Ralf Larsson is the business owner of the corporate intranet at AB Electrolux, a Swedish appliance maker with operations in 60 countries and 58,000 employees. His actual title, a relatively new one, is director of online employee engagement and development, and his job is to help foster a social enterprise.
For the past three years he has been on a "social journey," as he calls it, navigating, nudging and needling when necessary the Electrolux workforce to change the way it works online. Along the way, he has overcome objections from the company's top brass. He's stared down the technorati (CIO included) when they lobbied for the vendor they knew rather than trying something new. He's lived down an inauspicious launch that left fellow workers underwhelmed and unengaged. And, happily, he's survived to see the re-launch of an effective
Today, the Electrolux intranet, driven by IBM Connections and Microsoft SharePoint, boasts more than 100 information portals managed by 450 editors and read daily by 9,000 employees. There are more than 1,100 collaboration spaces with 8,500 members.
This communications beehive, accessible from mobile devices, now includes buy-in from the top down. Using the social enterprise platform to communicate and connect with employees is becoming part of the job description for the "TMC," the top management community of Electrolux's 200 most-senior leaders. The CIO is now a "leading star in terms of how he uses" the platform, showing how "modern IT leadership" interacts with the business, Larsson said. IT and Larsson's team now partner on social business projects. "We have shared budgets; we trust each other."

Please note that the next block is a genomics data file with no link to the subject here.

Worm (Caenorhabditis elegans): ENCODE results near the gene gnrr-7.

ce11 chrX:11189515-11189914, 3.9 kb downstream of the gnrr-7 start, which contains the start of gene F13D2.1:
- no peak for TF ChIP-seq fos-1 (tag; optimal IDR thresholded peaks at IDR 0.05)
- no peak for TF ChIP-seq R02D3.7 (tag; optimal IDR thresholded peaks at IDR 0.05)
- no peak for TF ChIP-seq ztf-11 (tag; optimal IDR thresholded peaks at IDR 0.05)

Beyond the expected interactions among employees (finding experts, collaborating in real time), the new platform also has proved useful in unanticipated ways, notably as an effective (and humane) communications vehicle when Electrolux recently closed a business unit in Brussels and moved it to Stockholm. A trusted social enterprise platform turns out to be a good change management tool.
As Larsson's three-year effort attests, success was neither swift nor seamless, but a result of working through mistakes. In a SearchCIO.com Business POV interview, Larsson discussed some lessons learned. Here are three takeaways.
The homework: Put business scope before vendor preference
We launched it saying it was our internal Facebook for business, and that was a big mistake.
director of online employee engagement and development, Electrolux
Electrolux's benchmarking for the social enterprise platform drew on two components: IT architects who evaluated products on their ability to scale and integrate with existing systems, and users who tested products and rated them on a scale of one to five. The IT benchmarking took only about two weeks; defining business requirements took more like two months, and was based on eight pilots. "We asked the business owners of these pilots and their teams [about] what was most important to them in making our intranet more social," Larsson said. That took some a priori thinking, because three years ago the term "social enterprise" barely registered. The pilot groups, however, managed to identify 10 business priorities, which in turn "were ranked higher than benchmarking the product," he said.